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Ethical sector

Ethical sector

The term ‘ethical’ is often used as a catch-all term to describe any fund that is managed with social, environmental, or other ethical criteria in mind.

Dominic Rowles - Investment Analyst
24 January 2018

The term 'ethical' is often used as a catch-all to describe funds managed with social, environmental, or other responsible criteria in mind.

But there are lots of different ways you could profit from your principles. The main approaches are:

  • Ethical funds – These usually avoid companies that do harm to society like weapons manufacturers and tobacco companies. We call this negative screening.
  • Sustainable and impact funds – These funds invest in companies that have a positive effect on the world, which is known as positive screening. It could mean they make their products from recyclable materials, or they provide clean energy. Impact funds try to measure the positive impact their investments have on the world.
  • ESG integrated funds – Managers of ESG integrated funds consider environmental, social and governance factors as part of their wider research.
  • Passive funds – Ethical trackers follow the performance of an index but filter out certain industries, like oil & gas and munitions.
  • Shares – If you can’t find a fund that meets your ethical needs, you could consider investing in a selection of individual company shares.

If you want more information on any of the approaches mentioned above, please read our latest guide.

Guide to investing ethically

Our view on the Ethical sector

Investing ethically offers the possibility of making money whilst also benefiting society. And it’s becoming more and more popular with investors of all ages.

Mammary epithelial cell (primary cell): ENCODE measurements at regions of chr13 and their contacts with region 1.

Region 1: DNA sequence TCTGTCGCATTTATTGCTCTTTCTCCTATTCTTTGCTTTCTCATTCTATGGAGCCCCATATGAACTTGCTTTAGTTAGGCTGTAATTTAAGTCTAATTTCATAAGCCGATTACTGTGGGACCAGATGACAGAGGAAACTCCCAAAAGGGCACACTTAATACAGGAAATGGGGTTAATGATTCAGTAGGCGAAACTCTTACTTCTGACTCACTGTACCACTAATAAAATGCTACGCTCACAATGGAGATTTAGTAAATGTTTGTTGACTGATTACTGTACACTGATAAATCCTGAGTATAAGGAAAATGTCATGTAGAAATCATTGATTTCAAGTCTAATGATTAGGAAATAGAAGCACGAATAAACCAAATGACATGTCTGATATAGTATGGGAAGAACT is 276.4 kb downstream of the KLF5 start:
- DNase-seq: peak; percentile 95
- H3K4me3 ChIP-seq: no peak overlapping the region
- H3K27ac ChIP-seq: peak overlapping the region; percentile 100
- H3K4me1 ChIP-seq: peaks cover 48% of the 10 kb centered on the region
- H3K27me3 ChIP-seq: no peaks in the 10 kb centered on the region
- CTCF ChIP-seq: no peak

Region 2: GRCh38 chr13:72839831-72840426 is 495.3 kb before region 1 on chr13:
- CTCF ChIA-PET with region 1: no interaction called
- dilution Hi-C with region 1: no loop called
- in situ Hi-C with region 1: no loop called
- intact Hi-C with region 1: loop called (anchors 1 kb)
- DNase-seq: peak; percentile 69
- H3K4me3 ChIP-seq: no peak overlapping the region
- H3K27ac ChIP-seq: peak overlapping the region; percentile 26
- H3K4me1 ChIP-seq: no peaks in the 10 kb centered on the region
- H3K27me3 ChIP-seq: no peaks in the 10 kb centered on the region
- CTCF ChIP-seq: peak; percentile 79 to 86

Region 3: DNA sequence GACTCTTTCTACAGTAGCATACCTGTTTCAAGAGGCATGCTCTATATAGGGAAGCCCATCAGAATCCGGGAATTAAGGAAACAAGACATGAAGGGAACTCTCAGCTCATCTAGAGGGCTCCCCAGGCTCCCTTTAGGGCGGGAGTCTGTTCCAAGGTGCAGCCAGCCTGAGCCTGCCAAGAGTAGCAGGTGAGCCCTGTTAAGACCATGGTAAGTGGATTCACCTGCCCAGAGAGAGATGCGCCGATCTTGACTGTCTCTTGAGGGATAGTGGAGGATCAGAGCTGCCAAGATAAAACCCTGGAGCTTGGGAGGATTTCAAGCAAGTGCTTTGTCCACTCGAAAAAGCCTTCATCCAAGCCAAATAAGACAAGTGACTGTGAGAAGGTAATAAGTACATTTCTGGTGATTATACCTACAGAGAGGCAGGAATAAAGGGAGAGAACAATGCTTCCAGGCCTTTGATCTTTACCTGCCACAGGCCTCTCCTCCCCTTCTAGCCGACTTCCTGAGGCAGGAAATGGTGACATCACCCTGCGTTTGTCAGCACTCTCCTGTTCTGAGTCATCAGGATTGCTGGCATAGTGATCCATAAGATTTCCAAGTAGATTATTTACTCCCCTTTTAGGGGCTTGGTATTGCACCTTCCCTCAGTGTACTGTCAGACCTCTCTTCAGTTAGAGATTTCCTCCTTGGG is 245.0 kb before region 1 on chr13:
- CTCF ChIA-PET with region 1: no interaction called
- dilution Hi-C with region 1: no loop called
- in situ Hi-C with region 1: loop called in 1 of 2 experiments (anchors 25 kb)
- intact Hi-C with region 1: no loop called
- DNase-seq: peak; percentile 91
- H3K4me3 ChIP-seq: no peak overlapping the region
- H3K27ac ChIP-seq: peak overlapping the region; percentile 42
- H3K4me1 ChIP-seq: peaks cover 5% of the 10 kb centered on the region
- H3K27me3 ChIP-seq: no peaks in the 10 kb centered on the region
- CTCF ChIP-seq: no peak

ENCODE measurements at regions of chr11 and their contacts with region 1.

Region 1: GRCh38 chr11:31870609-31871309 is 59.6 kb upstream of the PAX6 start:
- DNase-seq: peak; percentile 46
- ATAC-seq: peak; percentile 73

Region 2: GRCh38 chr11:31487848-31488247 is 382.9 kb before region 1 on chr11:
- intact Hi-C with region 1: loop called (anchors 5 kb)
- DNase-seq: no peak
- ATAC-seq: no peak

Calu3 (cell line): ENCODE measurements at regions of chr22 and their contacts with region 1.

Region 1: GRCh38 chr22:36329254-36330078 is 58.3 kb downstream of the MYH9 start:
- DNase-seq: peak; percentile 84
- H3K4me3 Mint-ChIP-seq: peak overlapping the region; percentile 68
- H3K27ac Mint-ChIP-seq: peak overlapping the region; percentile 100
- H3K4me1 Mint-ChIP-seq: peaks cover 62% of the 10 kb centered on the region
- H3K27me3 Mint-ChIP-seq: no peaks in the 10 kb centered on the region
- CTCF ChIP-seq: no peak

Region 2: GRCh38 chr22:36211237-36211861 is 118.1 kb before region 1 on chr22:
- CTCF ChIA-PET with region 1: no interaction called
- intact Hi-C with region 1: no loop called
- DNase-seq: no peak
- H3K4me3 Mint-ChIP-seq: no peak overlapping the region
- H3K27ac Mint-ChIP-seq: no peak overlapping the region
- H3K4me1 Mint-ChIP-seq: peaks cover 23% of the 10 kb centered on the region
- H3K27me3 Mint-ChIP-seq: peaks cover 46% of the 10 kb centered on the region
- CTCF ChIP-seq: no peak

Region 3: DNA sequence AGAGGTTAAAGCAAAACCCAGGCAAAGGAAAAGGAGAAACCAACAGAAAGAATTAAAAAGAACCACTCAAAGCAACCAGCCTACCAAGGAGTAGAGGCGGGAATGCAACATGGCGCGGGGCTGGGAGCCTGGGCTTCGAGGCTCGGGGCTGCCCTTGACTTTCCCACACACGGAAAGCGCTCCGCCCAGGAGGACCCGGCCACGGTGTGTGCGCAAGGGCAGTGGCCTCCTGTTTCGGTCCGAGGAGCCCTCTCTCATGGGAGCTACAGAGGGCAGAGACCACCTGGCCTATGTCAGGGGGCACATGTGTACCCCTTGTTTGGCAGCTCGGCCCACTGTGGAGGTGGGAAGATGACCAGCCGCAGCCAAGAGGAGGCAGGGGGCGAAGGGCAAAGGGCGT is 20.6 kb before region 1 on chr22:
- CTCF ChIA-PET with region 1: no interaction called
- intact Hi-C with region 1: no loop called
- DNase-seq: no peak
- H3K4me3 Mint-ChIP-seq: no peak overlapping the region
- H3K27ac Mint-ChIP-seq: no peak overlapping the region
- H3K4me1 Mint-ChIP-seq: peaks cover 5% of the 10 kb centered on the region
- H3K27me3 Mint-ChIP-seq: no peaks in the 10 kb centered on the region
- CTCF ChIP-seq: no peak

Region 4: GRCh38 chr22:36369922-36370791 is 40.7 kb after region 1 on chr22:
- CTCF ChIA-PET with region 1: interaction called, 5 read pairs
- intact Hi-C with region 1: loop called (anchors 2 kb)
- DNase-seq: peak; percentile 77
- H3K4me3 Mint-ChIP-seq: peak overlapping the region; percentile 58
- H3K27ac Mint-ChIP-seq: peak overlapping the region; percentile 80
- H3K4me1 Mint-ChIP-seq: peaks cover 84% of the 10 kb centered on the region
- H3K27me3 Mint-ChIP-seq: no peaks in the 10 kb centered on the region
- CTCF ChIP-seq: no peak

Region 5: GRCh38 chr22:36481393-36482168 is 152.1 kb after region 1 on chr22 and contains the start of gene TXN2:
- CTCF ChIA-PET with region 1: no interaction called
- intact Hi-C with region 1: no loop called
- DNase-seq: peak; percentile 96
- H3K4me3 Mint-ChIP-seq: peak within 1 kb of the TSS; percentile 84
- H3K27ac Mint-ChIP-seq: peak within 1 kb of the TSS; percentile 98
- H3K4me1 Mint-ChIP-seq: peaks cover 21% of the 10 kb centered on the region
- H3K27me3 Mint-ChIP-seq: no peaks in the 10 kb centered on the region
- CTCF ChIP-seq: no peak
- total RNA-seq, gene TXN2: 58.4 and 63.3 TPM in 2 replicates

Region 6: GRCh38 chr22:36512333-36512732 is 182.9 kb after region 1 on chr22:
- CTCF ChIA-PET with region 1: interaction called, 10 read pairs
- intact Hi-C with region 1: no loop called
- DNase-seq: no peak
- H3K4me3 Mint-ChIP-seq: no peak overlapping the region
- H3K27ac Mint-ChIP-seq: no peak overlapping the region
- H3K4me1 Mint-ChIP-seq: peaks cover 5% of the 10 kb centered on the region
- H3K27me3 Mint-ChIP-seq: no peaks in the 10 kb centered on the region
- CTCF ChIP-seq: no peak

But ethics are personal. An industry that seems abhorrent to one person might seem like a necessary evil to others. Take pharmaceuticals. Some investors would avoid the industry because of moral objections to animal testing. Others suggest the work of pharmaceutical companies contributes to the development of society.

That’s why you’ll need to clarify each fund’s approach and make sure it’s consistent with your moral views before you invest. We look at the approaches taken by a selection of funds on the ‘fund reviews’ tab of this sector review. But you’ll find a more detailed description of each fund’s investment process in its prospectus.

Striking a balance between investing morally and delivering strong performance is no easy task. We don’t tend to find many fund managers who’ve handled the constraints of an ethical fund well over the longer term. There’s only one ethical fund on the Wealth 50 list of our favourite funds. This is not a personal recommendation – with any investment, make sure it fits your objectives and you are comfortable with the risks before investing. And if you are unsure, seek advice.